(1962) account of "being-in-the-world" as a demonstration of the primacy
of practical space. As an elaboration of the pragmatic view of language and
space, the critical theory school identifies the way in which concepts of
language based around the proposition conceal and promote a pernicious
technological thinking that instills social inequalities. So, too, orthodox
concepts of space partition space in ways that reinforce and promote
structures of domination. Certain critical theorists suggest that space is
always socially constructed and that we need to recognize this in order to
free ourselves from these structures. Finally, Derrida's radical deconstructive
strategy (1976) further unsettles the propositional basis of language (and other
orthodoxies), and also shows how the conquest of space normally associated
with writing (and by inference print and electronic communications) has
always been present in language. By implication, there is nothing transcendent
about electronic communications. Derrida also sees space as social and resists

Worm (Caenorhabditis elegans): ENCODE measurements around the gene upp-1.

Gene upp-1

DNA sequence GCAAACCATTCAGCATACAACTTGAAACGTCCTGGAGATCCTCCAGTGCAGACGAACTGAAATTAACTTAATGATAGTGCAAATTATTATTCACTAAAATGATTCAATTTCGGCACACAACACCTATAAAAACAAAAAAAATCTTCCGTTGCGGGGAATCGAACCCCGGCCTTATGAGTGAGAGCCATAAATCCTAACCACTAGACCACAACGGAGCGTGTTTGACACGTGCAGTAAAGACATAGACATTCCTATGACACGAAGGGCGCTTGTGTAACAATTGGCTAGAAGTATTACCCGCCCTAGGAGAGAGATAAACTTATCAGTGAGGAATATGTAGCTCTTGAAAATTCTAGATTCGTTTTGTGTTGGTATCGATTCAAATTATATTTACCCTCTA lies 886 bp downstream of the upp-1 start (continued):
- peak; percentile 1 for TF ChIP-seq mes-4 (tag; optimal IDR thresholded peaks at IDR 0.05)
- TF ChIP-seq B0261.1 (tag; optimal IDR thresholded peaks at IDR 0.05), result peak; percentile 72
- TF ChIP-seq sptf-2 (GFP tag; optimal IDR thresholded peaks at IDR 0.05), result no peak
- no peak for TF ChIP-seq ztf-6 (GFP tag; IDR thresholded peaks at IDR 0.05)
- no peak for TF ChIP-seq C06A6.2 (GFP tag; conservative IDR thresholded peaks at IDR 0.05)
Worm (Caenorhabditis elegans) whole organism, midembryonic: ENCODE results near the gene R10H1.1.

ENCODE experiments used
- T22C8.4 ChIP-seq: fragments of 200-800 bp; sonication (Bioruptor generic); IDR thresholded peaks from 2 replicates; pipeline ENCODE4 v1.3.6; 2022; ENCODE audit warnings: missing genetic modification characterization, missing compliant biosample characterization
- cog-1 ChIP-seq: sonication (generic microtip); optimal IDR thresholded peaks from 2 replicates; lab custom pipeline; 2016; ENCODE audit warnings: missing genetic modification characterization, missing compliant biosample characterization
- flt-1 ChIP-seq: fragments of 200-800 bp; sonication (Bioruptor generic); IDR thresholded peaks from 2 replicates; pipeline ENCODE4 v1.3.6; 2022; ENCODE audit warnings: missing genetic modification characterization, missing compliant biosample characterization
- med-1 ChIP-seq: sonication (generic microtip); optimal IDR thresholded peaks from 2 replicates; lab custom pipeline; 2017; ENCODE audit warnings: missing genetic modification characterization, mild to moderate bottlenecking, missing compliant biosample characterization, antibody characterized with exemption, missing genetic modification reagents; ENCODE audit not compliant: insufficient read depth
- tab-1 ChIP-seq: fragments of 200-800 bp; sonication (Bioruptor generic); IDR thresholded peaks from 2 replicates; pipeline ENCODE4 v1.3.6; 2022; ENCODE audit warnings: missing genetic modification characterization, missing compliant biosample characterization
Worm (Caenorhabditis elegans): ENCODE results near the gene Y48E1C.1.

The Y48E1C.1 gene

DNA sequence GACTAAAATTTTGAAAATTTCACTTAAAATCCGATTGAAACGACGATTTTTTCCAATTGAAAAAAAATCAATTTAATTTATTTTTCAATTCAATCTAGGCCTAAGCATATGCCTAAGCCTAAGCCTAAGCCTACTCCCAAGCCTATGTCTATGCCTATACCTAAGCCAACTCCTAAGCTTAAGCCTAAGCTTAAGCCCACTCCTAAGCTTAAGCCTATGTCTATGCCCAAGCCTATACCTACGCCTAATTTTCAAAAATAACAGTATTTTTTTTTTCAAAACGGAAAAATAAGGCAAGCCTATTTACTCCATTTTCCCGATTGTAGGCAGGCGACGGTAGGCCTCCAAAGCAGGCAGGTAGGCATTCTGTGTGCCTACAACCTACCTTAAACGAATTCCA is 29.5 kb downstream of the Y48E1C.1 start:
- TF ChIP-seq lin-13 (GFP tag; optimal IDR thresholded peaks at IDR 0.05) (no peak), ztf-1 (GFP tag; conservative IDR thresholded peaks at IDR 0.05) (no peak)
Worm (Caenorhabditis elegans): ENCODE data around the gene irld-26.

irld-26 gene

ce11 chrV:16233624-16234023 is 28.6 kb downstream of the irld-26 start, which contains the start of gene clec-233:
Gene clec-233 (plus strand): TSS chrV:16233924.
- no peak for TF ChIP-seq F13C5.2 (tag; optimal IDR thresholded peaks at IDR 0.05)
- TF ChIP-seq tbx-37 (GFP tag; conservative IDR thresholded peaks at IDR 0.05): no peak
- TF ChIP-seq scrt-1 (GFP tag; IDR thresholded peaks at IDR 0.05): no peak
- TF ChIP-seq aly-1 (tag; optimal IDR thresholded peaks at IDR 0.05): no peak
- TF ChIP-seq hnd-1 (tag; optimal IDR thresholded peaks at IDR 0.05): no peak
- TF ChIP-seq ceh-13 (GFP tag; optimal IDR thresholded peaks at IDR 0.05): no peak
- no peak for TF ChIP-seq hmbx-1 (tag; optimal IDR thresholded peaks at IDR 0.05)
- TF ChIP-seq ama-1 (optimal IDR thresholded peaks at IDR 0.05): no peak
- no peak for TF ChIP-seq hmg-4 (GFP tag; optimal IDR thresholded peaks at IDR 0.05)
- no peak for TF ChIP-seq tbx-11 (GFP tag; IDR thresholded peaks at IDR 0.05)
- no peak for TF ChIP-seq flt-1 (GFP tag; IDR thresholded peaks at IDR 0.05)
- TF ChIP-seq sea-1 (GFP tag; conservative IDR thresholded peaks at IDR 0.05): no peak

any attempt to disclose its essence as information. Each of these positions is
outlined in detail in this chapter.
What is information? The concept of information features prominently
among systems theorists, cognitive scientists and some analytical philosophers.
A survey of the field is provided by Fox (1983), who also outlines the
problems of information from the point of view of systems theory. Fox takes
the ordinary language usage of 'information' as his starting point. The view
of information developed by the systems theorists Shannon and Weaver
(1971) is that there are sentences and these yield information content.
Information is placed into sentences by the person writing or speaking
those sentences, and information is conveyed by the sentences as they are
transported around in books, conveyed through the air as sounds or passed
through electronic networks. The information is then unpacked from the
sentences by someone reading, hearing or otherwise interpreting the sentences.
According to this view, sentences have 'information content'. This view
of information trades in the metaphor of containment (information is to
sentences as water is to a vessel) and the metaphor of the conduit (information
is passed through channels from a transmitter to a receiver).
According to Fox, information is a less mysterious concept if seen simply
in terms of the 'proposition'. What is a proposition? According to the early